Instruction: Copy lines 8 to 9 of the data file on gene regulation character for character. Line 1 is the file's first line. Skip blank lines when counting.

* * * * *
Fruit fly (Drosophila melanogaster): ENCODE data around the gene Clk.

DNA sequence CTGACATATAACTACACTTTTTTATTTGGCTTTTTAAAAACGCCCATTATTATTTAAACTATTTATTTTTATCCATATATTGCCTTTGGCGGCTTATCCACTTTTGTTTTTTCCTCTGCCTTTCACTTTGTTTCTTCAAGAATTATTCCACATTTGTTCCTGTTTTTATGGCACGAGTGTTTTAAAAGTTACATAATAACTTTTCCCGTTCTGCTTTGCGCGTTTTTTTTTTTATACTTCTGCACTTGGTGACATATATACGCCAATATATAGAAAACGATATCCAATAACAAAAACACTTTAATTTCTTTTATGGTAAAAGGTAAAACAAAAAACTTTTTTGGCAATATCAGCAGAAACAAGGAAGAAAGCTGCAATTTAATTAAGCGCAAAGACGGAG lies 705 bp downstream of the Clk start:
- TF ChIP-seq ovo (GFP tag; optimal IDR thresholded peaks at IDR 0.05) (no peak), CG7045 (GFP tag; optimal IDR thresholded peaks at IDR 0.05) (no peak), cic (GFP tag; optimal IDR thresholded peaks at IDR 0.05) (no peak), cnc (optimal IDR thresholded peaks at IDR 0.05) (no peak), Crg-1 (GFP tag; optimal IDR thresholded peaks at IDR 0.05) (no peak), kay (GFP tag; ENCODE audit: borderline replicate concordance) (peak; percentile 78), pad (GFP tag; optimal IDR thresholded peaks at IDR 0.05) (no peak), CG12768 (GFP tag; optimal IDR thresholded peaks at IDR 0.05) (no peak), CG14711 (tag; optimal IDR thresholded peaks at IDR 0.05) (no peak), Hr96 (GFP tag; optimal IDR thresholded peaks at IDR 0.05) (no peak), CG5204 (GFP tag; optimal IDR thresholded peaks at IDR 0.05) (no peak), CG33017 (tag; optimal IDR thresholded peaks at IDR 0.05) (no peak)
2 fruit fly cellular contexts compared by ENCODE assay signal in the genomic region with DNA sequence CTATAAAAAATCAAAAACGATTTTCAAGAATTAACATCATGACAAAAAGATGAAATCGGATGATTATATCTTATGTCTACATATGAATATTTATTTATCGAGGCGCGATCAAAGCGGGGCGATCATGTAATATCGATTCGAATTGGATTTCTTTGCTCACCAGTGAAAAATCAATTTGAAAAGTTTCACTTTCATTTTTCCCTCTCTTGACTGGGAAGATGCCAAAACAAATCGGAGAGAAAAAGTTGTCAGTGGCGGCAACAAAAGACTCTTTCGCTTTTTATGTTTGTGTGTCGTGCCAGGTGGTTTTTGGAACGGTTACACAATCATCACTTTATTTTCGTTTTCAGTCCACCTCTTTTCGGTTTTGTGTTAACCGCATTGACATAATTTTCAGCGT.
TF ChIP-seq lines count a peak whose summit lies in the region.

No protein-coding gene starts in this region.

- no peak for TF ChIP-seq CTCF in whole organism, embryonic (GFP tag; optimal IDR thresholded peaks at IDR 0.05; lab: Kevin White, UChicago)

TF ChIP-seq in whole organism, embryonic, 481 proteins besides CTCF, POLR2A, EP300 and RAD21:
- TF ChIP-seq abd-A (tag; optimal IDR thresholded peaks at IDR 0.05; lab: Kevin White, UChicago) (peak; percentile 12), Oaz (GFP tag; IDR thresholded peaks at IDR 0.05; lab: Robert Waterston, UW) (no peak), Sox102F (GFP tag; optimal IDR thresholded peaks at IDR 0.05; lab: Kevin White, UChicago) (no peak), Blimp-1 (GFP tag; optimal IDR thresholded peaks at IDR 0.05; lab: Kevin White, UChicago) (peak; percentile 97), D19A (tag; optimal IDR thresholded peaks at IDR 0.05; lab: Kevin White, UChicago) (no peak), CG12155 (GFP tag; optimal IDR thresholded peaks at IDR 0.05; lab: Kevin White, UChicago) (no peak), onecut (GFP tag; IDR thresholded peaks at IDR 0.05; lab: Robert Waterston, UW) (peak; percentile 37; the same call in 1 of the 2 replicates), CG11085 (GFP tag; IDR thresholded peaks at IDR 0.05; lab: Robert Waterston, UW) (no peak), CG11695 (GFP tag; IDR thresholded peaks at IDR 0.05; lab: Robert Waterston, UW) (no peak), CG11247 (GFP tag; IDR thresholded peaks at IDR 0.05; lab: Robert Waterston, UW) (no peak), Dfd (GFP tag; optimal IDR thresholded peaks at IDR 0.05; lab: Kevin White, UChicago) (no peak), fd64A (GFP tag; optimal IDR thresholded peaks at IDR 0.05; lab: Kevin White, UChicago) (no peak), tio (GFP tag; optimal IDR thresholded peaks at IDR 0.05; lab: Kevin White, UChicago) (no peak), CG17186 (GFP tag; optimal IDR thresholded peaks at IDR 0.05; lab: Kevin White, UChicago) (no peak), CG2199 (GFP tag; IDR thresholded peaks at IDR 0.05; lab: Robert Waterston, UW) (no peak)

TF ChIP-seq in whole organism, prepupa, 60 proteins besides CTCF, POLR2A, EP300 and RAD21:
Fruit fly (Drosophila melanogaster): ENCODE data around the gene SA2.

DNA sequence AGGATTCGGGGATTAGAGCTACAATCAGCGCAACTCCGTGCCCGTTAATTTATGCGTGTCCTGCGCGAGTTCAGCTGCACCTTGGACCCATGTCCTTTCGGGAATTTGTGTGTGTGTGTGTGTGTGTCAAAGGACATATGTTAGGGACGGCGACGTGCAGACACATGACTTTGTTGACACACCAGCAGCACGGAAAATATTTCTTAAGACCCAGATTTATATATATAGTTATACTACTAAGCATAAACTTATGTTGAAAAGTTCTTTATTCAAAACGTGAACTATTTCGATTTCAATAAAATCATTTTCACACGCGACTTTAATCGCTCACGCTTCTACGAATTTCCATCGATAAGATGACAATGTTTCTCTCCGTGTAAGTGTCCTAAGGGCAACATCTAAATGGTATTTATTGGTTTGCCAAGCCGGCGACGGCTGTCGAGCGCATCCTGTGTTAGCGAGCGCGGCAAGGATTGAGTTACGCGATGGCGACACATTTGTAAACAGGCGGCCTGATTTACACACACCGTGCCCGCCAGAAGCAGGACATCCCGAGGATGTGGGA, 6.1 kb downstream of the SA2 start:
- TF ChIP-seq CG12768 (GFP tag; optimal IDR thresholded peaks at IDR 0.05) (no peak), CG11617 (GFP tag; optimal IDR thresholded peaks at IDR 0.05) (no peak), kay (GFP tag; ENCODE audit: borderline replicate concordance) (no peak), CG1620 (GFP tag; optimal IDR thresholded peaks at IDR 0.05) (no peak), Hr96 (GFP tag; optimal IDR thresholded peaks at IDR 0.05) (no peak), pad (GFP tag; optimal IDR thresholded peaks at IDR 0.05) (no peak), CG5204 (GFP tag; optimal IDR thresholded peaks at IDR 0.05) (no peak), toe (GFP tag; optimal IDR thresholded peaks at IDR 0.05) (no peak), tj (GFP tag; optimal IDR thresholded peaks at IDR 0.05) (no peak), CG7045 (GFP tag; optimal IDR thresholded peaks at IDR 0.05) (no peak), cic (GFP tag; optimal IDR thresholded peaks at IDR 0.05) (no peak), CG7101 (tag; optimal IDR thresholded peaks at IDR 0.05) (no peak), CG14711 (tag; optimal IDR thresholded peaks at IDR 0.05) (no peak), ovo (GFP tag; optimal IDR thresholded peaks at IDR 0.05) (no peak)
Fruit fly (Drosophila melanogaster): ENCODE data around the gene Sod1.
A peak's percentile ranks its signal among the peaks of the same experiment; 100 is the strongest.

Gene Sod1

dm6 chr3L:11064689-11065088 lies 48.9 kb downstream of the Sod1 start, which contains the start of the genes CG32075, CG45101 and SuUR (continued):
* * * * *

TF ChIP-seq in whole organism, embryonic, 481 proteins besides CTCF, POLR2A, EP300 and RAD21:
- TF ChIP-seq abd-A (tag; optimal IDR thresholded peaks at IDR 0.05; lab: Kevin White, UChicago) (peak; percentile 12), Oaz (GFP tag; IDR thresholded peaks at IDR 0.05; lab: Robert Waterston, UW) (no peak), Sox102F (GFP tag; optimal IDR thresholded peaks at IDR 0.05; lab: Kevin White, UChicago) (no peak), Blimp-1 (GFP tag; optimal IDR thresholded peaks at IDR 0.05; lab: Kevin White, UChicago) (peak; percentile 97), D19A (tag; optimal IDR thresholded peaks at IDR 0.05; lab: Kevin White, UChicago) (no peak), CG12155 (GFP tag; optimal IDR thresholded peaks at IDR 0.05; lab: Kevin White, UChicago) (no peak), onecut (GFP tag; IDR thresholded peaks at IDR 0.05; lab: Robert Waterston, UW) (peak; percentile 37; the same call in 1 of the 2 replicates), CG11085 (GFP tag; IDR thresholded peaks at IDR 0.05; lab: Robert Waterston, UW) (no peak), CG11695 (GFP tag; IDR thresholded peaks at IDR 0.05; lab: Robert Waterston, UW) (no peak), CG11247 (GFP tag; IDR thresholded peaks at IDR 0.05; lab: Robert Waterston, UW) (no peak), Dfd (GFP tag; optimal IDR thresholded peaks at IDR 0.05; lab: Kevin White, UChicago) (no peak), fd64A (GFP tag; optimal IDR thresholded peaks at IDR 0.05; lab: Kevin White, UChicago) (no peak), tio (GFP tag; optimal IDR thresholded peaks at IDR 0.05; lab: Kevin White, UChicago) (no peak), CG17186 (GFP tag; optimal IDR thresholded peaks at IDR 0.05; lab: Kevin White, UChicago) (no peak), CG2199 (GFP tag; IDR thresholded peaks at IDR 0.05; lab: Robert Waterston, UW) (no peak)